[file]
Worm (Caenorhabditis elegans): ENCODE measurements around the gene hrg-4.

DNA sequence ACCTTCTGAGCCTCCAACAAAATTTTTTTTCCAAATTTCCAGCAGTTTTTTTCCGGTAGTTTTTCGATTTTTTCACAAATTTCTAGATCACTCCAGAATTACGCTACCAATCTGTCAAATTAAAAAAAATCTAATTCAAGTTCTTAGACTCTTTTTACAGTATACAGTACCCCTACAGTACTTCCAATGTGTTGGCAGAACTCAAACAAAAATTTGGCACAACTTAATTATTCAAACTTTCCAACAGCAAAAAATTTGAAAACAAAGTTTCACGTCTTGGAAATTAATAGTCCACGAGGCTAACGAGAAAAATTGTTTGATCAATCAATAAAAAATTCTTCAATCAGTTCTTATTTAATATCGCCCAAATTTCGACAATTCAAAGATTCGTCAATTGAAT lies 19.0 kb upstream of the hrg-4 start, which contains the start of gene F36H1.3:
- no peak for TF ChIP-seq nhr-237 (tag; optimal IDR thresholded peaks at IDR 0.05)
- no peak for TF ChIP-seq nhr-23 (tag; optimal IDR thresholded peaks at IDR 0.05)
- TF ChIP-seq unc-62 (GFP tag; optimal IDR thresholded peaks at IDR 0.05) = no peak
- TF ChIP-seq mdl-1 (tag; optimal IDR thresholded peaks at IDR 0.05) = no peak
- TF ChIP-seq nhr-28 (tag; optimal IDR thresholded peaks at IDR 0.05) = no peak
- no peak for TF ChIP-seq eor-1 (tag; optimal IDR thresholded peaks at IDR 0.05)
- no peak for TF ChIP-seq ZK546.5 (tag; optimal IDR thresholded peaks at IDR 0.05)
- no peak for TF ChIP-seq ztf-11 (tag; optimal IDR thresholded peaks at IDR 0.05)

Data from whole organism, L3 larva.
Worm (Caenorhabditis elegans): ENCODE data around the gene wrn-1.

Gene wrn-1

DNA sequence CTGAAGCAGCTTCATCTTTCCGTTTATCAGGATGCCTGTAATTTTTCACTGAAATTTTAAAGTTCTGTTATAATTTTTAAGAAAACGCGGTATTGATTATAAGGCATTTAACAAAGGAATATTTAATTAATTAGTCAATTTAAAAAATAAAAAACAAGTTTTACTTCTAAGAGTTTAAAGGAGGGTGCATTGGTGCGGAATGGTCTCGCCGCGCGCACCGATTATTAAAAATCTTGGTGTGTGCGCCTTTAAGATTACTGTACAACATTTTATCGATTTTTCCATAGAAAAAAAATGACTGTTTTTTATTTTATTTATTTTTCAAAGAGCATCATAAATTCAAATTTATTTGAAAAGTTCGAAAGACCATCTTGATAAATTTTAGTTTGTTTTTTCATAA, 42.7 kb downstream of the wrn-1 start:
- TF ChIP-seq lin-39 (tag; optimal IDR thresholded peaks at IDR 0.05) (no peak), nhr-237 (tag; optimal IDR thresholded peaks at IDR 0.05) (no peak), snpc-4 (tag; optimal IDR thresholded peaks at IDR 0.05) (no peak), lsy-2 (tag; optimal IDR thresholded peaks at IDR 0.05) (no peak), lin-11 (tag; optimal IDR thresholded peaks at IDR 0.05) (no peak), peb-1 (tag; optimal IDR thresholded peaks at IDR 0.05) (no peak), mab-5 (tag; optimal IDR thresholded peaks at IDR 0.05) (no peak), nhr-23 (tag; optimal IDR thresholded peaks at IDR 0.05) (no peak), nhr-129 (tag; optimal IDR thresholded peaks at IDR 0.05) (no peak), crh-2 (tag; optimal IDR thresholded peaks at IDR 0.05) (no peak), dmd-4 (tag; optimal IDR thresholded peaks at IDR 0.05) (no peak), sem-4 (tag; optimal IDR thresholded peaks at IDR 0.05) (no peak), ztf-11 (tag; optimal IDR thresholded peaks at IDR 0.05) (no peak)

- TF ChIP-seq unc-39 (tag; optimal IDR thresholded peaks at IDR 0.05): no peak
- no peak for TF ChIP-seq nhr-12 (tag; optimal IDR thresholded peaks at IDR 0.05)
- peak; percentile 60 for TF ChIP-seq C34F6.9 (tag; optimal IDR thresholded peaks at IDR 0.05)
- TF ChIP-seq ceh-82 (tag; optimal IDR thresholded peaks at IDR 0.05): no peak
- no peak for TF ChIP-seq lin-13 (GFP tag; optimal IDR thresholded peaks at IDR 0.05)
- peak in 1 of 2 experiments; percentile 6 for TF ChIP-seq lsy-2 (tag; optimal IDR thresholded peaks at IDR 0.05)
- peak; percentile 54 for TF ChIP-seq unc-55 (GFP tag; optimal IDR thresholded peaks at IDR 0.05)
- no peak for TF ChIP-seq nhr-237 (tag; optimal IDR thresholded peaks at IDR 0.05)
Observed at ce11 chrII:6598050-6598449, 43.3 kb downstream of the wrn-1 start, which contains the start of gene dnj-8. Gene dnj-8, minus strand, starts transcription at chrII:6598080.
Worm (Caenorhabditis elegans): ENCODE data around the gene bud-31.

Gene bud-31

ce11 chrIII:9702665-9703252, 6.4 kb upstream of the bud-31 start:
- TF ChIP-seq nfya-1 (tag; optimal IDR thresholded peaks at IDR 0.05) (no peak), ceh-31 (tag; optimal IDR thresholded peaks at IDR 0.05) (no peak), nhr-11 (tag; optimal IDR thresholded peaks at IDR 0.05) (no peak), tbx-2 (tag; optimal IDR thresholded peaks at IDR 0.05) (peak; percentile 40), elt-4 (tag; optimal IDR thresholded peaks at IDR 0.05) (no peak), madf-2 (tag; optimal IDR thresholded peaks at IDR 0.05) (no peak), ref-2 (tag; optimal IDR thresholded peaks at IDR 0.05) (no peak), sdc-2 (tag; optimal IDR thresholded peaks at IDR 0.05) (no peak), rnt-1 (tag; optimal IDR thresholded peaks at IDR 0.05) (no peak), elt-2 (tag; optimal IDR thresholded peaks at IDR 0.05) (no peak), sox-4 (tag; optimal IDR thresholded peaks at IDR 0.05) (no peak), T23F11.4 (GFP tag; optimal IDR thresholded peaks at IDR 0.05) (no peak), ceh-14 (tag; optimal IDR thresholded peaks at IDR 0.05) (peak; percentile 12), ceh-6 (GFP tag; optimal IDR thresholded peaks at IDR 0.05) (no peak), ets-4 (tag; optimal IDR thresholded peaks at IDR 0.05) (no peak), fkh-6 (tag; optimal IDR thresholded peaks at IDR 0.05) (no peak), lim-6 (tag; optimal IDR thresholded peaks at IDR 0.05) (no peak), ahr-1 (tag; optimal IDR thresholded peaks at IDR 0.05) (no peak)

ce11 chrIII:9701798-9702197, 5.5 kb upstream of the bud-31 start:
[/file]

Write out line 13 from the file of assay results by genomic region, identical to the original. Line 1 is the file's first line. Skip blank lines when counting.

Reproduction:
Gene wrn-1